By now, you’re probably sick of hearing about “quiet quitting.”
If you’re at the point where seeing Q’s makes you queasy, I have bad news: We’re in a labor revolution, spearheaded by Gen Z, so discourse around the ever-evolving future of work won’t die down anytime soon.
Zaid Khan (@zaidlepellin) ignited this discourse when he expressed his desire to quiet quit in a viral TikTok, stating he no longer wants to go above and beyond. The debate is multilayered. In one way, it’s about ambition. In another, it’s about fair pay. Another, it’s about generational differences influencing all of these factors. Ultimately, it’s about whether work influences your sense of self.
To better understand some of the concerns of and indignation from HR leaders regarding this labor revolution, I spoke to Amy Mosher, chief people officer at isolved.
“Previously, we would have called it coasting,” Mosher said of the “bare minimum” labor approach. “In some instances, I think [some employees are] not working at all, where they can get away with it,” she said.
“They really are getting in for a half an hour or an hour a day, doing everything that they think their boss wants them to do. And then checking out for the rest of the day,” she continued. “There are even individuals that have multiple jobs that are… moonlighting, if you will, is what the term used to be.”
I understand the frustrations of many HR pros, especially when retention has been a struggle for many employers and so has engagement — and a dip in engagement and two-week notices tend to go hand-in-hand.
In an attempt to maintain control, many organizations have returned to remote monitoring software — a phenomenon that Mosher brought up. “There's also a lot more technology utilization by employers to track the amount of time that employees are spending on the network, in the database, on that customer call,” Mosher said.
And still, she continued, the shift to remote work did “open the door for individuals, who are not motivated, to weaponize or take advantage of that.”
While these instances aren’t unheard of and may give some HR pros heartburn, this may not actually fall under the category of quiet quitting. In the TikTok, Khan described “quiet quitting” as “no longer subscribing to the ‘hustle culture’ mentality that work has to be your life.” Arguably, a quiet quitter wouldn’t be the kind of person whose lack of engagement raises red flags on remote monitoring software or who clocks in at multiple jobs to game the system.
“Quiet quitting” may be cut from the same cloth as “work-life balance” and “destigmatizing mental health.” I think everyone deserves to be compensated for the labor that they do, especially if they are asked to do work outside of the role that they were hired for. I think that everyone, no matter how “hard” their job is, deserves to take breaks during their shifts (whether formal or informal). Everyone deserves to have paid time off. Everyone deserves a boss and a boss’ boss who cares about their mental health, and provides them the accommodations they’re owed.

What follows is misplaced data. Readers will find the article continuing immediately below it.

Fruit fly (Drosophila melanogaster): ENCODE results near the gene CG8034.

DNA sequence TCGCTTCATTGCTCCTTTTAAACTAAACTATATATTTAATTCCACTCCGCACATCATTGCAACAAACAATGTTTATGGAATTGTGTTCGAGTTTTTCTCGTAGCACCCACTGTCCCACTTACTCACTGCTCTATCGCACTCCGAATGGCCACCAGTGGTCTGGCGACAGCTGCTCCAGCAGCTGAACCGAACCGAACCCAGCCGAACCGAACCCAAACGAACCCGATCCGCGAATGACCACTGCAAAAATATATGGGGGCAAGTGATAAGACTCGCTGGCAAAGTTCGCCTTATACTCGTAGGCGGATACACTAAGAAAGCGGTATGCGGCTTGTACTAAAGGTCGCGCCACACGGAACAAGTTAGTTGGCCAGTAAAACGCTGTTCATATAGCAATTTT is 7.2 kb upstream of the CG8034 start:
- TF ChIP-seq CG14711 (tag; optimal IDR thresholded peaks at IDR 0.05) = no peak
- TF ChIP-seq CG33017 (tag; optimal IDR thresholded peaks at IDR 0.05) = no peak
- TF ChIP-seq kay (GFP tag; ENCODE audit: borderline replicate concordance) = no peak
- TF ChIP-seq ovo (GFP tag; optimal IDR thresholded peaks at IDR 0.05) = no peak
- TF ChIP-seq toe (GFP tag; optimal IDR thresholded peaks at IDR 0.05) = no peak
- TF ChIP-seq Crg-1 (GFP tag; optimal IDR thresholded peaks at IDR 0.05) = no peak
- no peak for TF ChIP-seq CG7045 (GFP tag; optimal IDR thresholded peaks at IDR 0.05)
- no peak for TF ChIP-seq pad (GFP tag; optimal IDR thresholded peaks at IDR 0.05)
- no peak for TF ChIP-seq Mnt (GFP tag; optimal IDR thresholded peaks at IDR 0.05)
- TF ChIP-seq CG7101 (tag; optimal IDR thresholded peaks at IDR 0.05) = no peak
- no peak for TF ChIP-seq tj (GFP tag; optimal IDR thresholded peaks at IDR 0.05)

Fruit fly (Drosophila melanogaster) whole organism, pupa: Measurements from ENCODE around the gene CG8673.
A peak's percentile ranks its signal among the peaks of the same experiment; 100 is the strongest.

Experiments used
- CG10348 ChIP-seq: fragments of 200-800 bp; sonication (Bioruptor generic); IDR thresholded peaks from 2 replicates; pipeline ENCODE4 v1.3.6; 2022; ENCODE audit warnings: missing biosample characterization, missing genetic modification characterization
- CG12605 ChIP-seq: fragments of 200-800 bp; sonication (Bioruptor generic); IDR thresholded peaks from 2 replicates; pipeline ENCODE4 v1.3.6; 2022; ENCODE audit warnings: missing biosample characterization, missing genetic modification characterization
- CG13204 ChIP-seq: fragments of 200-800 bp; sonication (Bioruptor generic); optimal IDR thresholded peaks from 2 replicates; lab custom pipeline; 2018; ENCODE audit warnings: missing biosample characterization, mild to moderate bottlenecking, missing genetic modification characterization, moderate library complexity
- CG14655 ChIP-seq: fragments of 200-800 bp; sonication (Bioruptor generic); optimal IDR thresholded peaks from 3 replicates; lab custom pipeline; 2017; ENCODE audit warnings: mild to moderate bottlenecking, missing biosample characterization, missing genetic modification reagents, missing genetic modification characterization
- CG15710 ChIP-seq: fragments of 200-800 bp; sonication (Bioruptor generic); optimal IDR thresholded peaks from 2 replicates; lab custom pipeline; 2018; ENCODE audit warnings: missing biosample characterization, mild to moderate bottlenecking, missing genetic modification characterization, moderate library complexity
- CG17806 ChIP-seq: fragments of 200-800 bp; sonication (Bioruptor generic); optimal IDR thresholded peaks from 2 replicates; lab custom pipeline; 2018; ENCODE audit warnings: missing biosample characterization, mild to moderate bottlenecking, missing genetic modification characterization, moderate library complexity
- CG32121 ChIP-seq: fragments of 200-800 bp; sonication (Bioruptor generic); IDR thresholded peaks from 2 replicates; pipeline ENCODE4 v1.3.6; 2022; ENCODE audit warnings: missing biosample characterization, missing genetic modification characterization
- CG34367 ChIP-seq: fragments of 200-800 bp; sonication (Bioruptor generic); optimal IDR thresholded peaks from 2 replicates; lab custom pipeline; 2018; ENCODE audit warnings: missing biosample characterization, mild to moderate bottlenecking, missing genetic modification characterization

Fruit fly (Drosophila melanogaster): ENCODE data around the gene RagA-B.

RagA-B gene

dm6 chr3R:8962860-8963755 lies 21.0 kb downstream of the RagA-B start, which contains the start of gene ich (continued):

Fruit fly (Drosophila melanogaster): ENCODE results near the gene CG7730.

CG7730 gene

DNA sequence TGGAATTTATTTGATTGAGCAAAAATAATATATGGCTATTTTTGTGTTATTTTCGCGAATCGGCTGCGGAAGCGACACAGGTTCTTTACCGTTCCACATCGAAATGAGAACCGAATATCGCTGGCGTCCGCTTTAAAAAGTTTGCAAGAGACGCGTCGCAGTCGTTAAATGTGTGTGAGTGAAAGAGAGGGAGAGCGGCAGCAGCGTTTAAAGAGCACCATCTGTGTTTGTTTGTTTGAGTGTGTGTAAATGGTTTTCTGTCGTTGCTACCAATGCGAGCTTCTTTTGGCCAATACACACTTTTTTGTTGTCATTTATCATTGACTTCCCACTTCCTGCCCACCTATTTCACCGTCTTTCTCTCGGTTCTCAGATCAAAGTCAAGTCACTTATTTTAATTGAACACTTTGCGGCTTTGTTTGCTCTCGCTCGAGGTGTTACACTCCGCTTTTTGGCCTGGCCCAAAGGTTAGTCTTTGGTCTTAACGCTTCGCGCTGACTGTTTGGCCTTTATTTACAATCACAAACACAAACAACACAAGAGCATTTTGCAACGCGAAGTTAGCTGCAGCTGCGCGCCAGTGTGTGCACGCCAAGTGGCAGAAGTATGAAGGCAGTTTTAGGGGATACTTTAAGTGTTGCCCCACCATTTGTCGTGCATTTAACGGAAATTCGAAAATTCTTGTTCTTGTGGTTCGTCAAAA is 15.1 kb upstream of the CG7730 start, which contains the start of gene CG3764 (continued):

@zaidleppelin On quiet quitting #workreform ♬ original sound - ruby
There also is a generational difference in approaches to work, period, that is exacerbating tensions in the digital discourse. Not only as a CPO, but as a mother of adults who have just entered the workforce, Mosher told me she witnessed it first hand. “How I spent my 20s was: putting in as many hours as I possibly could, learning as much as I possibly could,” she said. Her children, on the other hand, are “wired very differently” and have a “work to live” approach — whereas it’s not uncommon to find Mosher working on weekends, she said.
Along with the sociology of generational differences, there’s also the fact that people, when they live long enough, will have survived some devastating times — ones that are impossible to ignore and have a direct effect on their wallets.
“Anybody under 30 has has never really worked in a situation where there's been like a 2008 or 2001 situation: Where the markets crash, there are mass layoffs and some restructuring, and you have to do more with less,” she explained. “And not everybody you know has a job, or has the opportunity to go and get more [work].”
With a longer page count of lived experiences, there can be a “picking up the slack” mindset that develops.
Her solution is to re-onboard employees — to beef up L&D initiatives as a method of retention. Many HR experts have highlighted research indicating that these kinds of opportunities will endear employees to organizations. From an HR standpoint, it may also upskill the remaining employees in the event of layoffs or hiring freezes, and prepare organizations to do more with less.
Shortly after I spoke to Mosher, I spoke to another professional in the HR industry, learning more about her company’s approach to hybrid health. We got onto the topic of generational approaches to mental health as a whole.
I know that I stand on the shoulders of wellness giants and that the level of vulnerability I have — on the internet as a journalist, with my co-workers, with my friends — is quite different than that of my parents or my grandparents. Even my position as elder member of Gen Z, I imagine, could make me more open about my mental health than the millennial I was talking to.
As I continue to write about generational differences and ageism, I have been keeping this thought top of mind: Older workers’ approach to work isn’t necessarily wrong — it’s just different, with its pros and cons like everything else. So all I ask is that, when speaking about Gen Z’s adoption of quiet quitting, people of all ages keep the same in mind. And who knows, there may be something to that more laid back, laissez-faire approach. You may even find work-life balance.
Correction: An earlier version of this story incorrectly identified Mosher's company. The firm's name is isolved.